Men in Suts - When it comes to men's suits there were some stylish accessories to set off the slim tailored fits that were on display. Plenty of pocket squares and lapel pins which showed individuality of the wearer. There were minimal pleated trousers which have been huge in Europe for the last two years and plenty of loafers with no socks. Special shout out to the gents who took the stuffiness out of menswear and wore something a little different and didn't play it safe. Bravo.

Pretty Ugly Shoes - Delighted to see so many wonderful shoes with different hardware and embellishments in a variety of styles both on men and women. Thigh high leather tan boots on women with chunky heels were a regular staple. The elaborate shoes would not normally be considered pretty but the vulgarity and opulence was beautiful and refreshing to see in Melbourne. ADORE!

Fur - Fur accessories adorned everything from earrings to bags and shoes. Poor little critters will live on for seasons to come after being dyed in fabulous colours providing a lux
vibe to ensembles.

Men's street style Melbourne Fashion Week
Blazer & Coat: Oxford
Shirt, Tie, Pocket Squares & Shorts: James Harper
Sweater: Ted Baker
Socks:  Gucci

Most of the shows were exactly as I feared, producing safe visions of well groomed and pruned ensembles ready for the horse racing season in a few months. The flare for dramatics or igniting a point of difference was eliminated by many big designers that played it safe and delivering much of what they have for the previous seasons. However there were a few examples of inspiration and creativity that will be burned in my mind for a while. Don't forget to follow me on Instagram for updates

Garage Runway - As much as I enjoy a good summer dress, there was a lot of black and muted tones or uninspiring patterns that were constantly reused. I understand ethical fashion and the need to be wise with materials, but without variety comes boredom. I have seen so many dresses inspired by Queen B's baseball bat twirling dress to last me a lifetime.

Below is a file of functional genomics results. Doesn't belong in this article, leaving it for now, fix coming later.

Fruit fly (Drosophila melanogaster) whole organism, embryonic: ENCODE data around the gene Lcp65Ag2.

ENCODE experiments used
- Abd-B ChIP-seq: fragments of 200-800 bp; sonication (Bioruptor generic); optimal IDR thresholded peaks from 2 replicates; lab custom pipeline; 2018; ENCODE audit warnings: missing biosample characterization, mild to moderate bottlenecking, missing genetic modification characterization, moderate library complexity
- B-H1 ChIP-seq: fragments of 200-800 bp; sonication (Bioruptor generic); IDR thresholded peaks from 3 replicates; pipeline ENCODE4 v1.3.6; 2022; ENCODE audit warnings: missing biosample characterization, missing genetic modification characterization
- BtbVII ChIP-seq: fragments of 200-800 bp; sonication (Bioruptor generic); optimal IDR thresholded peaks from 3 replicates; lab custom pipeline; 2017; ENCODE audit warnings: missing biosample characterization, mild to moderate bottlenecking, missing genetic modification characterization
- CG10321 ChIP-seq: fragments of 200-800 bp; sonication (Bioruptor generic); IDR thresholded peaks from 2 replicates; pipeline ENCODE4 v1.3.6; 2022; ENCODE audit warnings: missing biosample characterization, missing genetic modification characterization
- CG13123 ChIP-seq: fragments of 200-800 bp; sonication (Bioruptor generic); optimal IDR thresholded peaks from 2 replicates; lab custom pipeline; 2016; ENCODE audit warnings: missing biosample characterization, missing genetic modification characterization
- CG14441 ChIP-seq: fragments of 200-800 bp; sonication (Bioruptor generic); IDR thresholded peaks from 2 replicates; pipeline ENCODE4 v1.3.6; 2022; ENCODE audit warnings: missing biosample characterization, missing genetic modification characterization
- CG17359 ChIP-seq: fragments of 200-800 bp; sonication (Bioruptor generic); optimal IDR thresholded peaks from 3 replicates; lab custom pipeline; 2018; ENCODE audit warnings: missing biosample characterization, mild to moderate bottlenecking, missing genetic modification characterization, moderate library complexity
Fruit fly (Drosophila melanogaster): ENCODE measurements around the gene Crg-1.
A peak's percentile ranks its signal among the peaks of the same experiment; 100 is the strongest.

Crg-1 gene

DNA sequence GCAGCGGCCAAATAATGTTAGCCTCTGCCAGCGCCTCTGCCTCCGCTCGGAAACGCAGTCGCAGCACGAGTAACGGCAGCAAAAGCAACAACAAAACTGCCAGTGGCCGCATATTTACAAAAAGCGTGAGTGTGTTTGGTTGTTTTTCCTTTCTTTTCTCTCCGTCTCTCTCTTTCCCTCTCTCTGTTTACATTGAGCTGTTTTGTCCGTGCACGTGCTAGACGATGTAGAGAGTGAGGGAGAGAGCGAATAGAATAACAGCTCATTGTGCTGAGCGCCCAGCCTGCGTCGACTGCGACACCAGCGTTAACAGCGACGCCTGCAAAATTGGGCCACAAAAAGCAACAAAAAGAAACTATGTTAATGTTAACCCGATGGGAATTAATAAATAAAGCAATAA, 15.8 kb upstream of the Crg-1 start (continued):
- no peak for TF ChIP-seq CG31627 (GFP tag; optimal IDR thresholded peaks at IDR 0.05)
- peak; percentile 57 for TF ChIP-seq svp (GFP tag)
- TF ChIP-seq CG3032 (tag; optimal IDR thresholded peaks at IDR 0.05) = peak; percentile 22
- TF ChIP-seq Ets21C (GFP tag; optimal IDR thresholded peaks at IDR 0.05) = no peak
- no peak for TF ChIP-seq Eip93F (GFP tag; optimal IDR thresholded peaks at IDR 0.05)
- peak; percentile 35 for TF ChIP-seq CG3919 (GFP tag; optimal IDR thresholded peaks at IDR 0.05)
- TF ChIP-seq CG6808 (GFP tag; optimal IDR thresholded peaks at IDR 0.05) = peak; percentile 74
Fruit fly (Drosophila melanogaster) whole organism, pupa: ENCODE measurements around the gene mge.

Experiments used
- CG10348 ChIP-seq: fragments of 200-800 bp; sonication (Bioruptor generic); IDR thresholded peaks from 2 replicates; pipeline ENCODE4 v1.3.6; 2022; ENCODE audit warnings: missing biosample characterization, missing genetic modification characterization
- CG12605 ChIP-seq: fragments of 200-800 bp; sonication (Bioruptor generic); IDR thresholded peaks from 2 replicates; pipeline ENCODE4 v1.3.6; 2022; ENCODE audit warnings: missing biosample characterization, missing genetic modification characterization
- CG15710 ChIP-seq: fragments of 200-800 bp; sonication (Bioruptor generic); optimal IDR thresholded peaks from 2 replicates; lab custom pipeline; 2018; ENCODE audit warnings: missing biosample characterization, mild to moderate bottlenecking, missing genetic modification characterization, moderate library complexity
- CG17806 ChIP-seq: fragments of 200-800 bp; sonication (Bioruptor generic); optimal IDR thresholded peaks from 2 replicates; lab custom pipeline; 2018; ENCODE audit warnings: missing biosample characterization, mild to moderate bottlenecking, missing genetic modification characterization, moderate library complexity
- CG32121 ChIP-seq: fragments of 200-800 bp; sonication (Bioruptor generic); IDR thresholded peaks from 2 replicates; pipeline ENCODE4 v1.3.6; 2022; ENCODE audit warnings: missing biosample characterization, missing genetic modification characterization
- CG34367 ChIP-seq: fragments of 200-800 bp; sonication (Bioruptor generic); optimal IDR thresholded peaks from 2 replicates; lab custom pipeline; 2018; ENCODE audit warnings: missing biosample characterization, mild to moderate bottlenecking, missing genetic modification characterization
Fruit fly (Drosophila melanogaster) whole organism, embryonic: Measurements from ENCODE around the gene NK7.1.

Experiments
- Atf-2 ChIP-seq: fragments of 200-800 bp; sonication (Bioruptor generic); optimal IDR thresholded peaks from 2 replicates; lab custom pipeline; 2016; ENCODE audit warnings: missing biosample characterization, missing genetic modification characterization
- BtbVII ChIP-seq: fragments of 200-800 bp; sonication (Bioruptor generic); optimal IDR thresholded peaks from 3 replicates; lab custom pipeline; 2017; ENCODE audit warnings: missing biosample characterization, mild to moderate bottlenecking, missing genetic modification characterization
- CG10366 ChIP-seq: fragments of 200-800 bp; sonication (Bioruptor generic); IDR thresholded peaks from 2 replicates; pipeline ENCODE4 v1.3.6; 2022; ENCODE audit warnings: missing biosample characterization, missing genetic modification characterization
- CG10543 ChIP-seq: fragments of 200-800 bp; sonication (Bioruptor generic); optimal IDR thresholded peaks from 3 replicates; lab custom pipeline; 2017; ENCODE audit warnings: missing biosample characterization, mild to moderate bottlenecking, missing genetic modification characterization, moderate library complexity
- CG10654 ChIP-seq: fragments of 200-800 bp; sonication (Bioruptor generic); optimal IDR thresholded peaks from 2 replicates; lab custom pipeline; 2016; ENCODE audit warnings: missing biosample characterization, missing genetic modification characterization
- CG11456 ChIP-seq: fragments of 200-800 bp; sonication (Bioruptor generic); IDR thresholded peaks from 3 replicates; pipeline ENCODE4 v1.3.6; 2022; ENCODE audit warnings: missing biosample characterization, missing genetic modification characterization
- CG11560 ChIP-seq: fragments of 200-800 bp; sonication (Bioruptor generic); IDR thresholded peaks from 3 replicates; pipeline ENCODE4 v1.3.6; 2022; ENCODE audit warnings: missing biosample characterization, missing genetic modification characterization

Menswear Garage - Alike the aforementioned it was held in the basement of the Melbourne Town Hall, the likes of Amxander, Jack London, Autonomy, Chris Ran Lin and Dom Bagnato sent styles down the runway that unfortunately did not peak my interest. Following European trends with oversized bumbags across the chest and numerous patterned materials that were reused for different pieces, there were a few nice pieces but nothing that made me gasp. The overall vibe of the show was trying to be edgy with the model selection, music, skateboards and styling, that it all felt the same. I left a little deflated after this showing.

David Jones - The creative styling team behind the show should be commended for creating safe ensembles that would peak the interest of suburban housewives and gents who require a suit for the races. A huge retailer like David Jones do know their target audience very well and this showcased their knowledge of their consumer, right down to the YSL heels or The Kingsman inspired gentlemen that will soon appear on movie screens.

Premium Runway Four - Finally an injection of what fashion means to me. There were opulent embellishments, tassels, fabric choices, voluminous sleeves and dramatics in the styling including a little homage to good old Formation film clip. The line up of deisgners meshed well together although once again there was a little too much black on the catwalk for my liking, but it is Melbourne after all and black sells. 

Premium Runway - Closing - The saying "Leave the best to last" was true of closing night of the festival with some inspirational displays sent down the ice melting runway. In a week that started off rather underwhelming it was good to wrap the festival up on a positive note with some of Australia’s most popular labels such as Romance Was Born, solid stand out for me.

After a few seasons not attending what was Melbourne Spring Fashion Week and rebranded MFW, it was pleasant to see new ideas influence the program and inject some much needed innovation into the festival. Melbourne has serious pride in it's events and the team behind Melbourne Fashion Week should be commended for staying current and on trend whilst producing a solid program. A huge shout out to the volunteers who spent 12 hour days holding the festival together. Round of applause.